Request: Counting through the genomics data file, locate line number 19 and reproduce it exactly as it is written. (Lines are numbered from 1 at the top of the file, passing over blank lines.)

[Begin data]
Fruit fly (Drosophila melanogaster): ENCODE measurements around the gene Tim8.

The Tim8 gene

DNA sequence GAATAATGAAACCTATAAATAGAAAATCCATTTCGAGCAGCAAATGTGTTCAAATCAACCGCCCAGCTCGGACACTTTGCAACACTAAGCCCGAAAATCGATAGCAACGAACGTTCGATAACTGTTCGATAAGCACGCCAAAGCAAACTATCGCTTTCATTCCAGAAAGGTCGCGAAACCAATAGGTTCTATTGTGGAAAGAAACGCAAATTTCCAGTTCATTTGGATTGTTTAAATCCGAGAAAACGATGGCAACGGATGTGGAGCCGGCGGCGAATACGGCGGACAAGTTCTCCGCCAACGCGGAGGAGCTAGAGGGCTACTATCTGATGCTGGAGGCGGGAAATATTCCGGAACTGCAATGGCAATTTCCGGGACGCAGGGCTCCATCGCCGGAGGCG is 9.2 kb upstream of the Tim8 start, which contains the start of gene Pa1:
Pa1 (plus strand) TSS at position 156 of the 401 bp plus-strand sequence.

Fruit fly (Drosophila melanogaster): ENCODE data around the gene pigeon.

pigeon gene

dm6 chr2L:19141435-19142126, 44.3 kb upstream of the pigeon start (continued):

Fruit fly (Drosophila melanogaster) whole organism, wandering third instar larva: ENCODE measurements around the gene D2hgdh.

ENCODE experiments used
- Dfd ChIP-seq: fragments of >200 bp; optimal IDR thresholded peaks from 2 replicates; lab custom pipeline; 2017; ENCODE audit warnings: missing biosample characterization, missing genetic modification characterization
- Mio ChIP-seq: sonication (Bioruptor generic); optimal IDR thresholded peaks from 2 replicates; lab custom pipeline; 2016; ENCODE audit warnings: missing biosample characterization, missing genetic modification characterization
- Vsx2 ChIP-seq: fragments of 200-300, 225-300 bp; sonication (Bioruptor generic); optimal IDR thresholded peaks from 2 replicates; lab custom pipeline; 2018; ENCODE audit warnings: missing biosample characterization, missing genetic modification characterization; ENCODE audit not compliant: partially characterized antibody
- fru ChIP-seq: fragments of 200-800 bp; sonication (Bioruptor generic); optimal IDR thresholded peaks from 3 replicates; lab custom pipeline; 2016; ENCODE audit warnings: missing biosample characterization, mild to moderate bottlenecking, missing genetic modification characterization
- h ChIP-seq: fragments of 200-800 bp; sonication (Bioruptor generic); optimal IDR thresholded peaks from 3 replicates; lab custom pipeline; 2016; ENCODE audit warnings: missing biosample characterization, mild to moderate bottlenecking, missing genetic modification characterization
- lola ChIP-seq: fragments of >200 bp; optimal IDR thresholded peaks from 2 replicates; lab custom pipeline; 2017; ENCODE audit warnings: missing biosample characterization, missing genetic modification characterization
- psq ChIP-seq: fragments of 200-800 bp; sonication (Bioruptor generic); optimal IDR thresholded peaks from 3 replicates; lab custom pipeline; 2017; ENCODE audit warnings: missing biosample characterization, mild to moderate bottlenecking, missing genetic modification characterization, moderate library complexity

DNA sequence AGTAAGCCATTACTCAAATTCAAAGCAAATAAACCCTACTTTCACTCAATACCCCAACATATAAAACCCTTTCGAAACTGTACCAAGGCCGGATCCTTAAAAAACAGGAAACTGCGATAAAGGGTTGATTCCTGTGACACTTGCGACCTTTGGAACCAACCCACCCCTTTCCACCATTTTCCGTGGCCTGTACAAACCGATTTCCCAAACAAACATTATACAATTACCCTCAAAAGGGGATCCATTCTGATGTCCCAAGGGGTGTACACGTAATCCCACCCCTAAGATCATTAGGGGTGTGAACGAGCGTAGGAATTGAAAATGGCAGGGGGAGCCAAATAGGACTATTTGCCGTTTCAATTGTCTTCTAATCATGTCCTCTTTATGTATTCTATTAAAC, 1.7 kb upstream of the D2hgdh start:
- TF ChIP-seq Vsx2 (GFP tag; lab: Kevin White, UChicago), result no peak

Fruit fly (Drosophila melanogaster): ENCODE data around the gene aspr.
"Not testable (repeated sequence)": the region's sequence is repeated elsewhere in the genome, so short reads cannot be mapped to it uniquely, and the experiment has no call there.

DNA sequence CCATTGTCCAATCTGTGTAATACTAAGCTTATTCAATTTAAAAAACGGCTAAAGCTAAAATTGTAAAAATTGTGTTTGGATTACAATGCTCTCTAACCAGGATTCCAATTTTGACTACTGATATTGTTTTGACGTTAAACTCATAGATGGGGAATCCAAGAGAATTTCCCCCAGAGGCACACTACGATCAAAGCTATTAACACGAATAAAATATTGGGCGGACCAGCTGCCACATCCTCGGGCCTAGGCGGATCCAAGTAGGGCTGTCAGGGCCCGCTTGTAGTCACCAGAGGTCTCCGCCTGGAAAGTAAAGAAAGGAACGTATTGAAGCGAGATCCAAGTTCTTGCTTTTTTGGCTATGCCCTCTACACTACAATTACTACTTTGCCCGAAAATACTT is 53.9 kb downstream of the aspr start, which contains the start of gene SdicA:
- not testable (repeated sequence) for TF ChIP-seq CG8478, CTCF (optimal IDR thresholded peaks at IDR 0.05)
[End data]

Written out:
Fruit fly (Drosophila melanogaster): ENCODE data around the gene aspr.